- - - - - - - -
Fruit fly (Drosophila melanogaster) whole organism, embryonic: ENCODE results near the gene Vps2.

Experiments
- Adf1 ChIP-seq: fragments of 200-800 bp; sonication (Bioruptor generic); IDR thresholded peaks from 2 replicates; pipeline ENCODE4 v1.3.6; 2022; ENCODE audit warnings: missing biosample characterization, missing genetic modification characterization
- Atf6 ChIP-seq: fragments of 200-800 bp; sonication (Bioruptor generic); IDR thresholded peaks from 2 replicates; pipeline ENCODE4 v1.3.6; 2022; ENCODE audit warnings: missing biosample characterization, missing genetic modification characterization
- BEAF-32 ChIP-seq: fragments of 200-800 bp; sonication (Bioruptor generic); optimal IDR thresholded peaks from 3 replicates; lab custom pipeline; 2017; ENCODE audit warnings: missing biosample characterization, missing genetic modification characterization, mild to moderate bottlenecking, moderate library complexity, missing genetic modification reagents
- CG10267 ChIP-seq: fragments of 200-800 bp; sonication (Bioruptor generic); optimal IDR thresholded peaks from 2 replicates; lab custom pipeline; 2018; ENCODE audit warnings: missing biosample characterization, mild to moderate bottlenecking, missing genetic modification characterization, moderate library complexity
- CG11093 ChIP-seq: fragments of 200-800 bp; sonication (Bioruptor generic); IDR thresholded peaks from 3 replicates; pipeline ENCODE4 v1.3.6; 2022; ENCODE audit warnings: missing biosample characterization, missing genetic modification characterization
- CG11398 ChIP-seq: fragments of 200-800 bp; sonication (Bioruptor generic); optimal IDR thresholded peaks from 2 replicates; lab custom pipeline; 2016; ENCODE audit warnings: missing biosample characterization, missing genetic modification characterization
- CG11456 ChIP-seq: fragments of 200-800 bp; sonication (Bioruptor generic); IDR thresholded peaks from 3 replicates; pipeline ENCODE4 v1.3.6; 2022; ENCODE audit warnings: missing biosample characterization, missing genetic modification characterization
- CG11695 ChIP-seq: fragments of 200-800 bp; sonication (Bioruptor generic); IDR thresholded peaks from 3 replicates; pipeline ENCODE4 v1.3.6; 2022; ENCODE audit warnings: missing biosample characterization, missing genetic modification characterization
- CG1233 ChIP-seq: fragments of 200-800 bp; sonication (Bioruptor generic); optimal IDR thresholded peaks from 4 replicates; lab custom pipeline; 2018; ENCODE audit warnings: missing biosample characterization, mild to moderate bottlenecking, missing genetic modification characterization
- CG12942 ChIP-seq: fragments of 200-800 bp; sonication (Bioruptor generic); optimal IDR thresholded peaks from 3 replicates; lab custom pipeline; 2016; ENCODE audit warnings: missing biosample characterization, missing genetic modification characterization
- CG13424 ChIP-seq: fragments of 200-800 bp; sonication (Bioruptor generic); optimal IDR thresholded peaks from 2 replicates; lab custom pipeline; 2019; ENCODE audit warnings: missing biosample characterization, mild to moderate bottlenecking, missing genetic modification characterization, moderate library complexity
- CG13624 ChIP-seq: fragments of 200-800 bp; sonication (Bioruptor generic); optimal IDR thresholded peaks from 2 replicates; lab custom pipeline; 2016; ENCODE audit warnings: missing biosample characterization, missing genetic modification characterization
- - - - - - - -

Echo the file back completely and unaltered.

Fruit fly (Drosophila melanogaster) whole organism, embryonic: ENCODE results near the gene Vps2.

Experiments
- Adf1 ChIP-seq: fragments of 200-800 bp; sonication (Bioruptor generic); IDR thresholded peaks from 2 replicates; pipeline ENCODE4 v1.3.6; 2022; ENCODE audit warnings: missing biosample characterization, missing genetic modification characterization
- Atf6 ChIP-seq: fragments of 200-800 bp; sonication (Bioruptor generic); IDR thresholded peaks from 2 replicates; pipeline ENCODE4 v1.3.6; 2022; ENCODE audit warnings: missing biosample characterization, missing genetic modification characterization
- BEAF-32 ChIP-seq: fragments of 200-800 bp; sonication (Bioruptor generic); optimal IDR thresholded peaks from 3 replicates; lab custom pipeline; 2017; ENCODE audit warnings: missing biosample characterization, missing genetic modification characterization, mild to moderate bottlenecking, moderate library complexity, missing genetic modification reagents
- CG10267 ChIP-seq: fragments of 200-800 bp; sonication (Bioruptor generic); optimal IDR thresholded peaks from 2 replicates; lab custom pipeline; 2018; ENCODE audit warnings: missing biosample characterization, mild to moderate bottlenecking, missing genetic modification characterization, moderate library complexity
- CG11093 ChIP-seq: fragments of 200-800 bp; sonication (Bioruptor generic); IDR thresholded peaks from 3 replicates; pipeline ENCODE4 v1.3.6; 2022; ENCODE audit warnings: missing biosample characterization, missing genetic modification characterization
- CG11398 ChIP-seq: fragments of 200-800 bp; sonication (Bioruptor generic); optimal IDR thresholded peaks from 2 replicates; lab custom pipeline; 2016; ENCODE audit warnings: missing biosample characterization, missing genetic modification characterization
- CG11456 ChIP-seq: fragments of 200-800 bp; sonication (Bioruptor generic); IDR thresholded peaks from 3 replicates; pipeline ENCODE4 v1.3.6; 2022; ENCODE audit warnings: missing biosample characterization, missing genetic modification characterization
- CG11695 ChIP-seq: fragments of 200-800 bp; sonication (Bioruptor generic); IDR thresholded peaks from 3 replicates; pipeline ENCODE4 v1.3.6; 2022; ENCODE audit warnings: missing biosample characterization, missing genetic modification characterization
- CG1233 ChIP-seq: fragments of 200-800 bp; sonication (Bioruptor generic); optimal IDR thresholded peaks from 4 replicates; lab custom pipeline; 2018; ENCODE audit warnings: missing biosample characterization, mild to moderate bottlenecking, missing genetic modification characterization
- CG12942 ChIP-seq: fragments of 200-800 bp; sonication (Bioruptor generic); optimal IDR thresholded peaks from 3 replicates; lab custom pipeline; 2016; ENCODE audit warnings: missing biosample characterization, missing genetic modification characterization
- CG13424 ChIP-seq: fragments of 200-800 bp; sonication (Bioruptor generic); optimal IDR thresholded peaks from 2 replicates; lab custom pipeline; 2019; ENCODE audit warnings: missing biosample characterization, mild to moderate bottlenecking, missing genetic modification characterization, moderate library complexity
- CG13624 ChIP-seq: fragments of 200-800 bp; sonication (Bioruptor generic); optimal IDR thresholded peaks from 2 replicates; lab custom pipeline; 2016; ENCODE audit warnings: missing biosample characterization, missing genetic modification characterization